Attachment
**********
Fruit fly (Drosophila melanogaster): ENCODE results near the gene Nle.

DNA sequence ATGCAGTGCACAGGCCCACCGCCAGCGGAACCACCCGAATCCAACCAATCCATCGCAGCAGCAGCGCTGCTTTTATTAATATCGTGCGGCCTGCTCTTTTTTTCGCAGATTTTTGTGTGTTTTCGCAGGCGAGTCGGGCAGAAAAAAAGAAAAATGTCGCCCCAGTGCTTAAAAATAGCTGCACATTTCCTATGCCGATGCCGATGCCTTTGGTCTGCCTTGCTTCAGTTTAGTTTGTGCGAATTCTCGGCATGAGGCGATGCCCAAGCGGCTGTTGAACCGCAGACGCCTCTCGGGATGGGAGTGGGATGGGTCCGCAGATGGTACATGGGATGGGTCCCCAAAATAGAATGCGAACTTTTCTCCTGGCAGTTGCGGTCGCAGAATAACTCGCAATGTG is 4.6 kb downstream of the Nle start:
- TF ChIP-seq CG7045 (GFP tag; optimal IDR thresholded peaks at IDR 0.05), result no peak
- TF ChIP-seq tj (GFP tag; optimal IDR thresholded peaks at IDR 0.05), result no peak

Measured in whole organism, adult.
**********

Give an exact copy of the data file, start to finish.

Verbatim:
Fruit fly (Drosophila melanogaster): ENCODE results near the gene Nle.

DNA sequence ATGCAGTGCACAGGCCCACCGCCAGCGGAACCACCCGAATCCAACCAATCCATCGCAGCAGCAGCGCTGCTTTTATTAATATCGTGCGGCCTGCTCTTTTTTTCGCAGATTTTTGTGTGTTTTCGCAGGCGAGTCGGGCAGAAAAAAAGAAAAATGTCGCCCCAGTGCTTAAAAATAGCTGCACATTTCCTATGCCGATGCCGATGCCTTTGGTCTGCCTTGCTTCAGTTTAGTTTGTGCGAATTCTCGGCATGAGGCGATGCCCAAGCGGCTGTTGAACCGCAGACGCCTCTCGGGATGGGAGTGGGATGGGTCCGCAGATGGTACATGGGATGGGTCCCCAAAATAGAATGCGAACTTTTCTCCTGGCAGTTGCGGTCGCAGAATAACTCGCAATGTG is 4.6 kb downstream of the Nle start:
- TF ChIP-seq CG7045 (GFP tag; optimal IDR thresholded peaks at IDR 0.05), result no peak
- TF ChIP-seq tj (GFP tag; optimal IDR thresholded peaks at IDR 0.05), result no peak

Measured in whole organism, adult.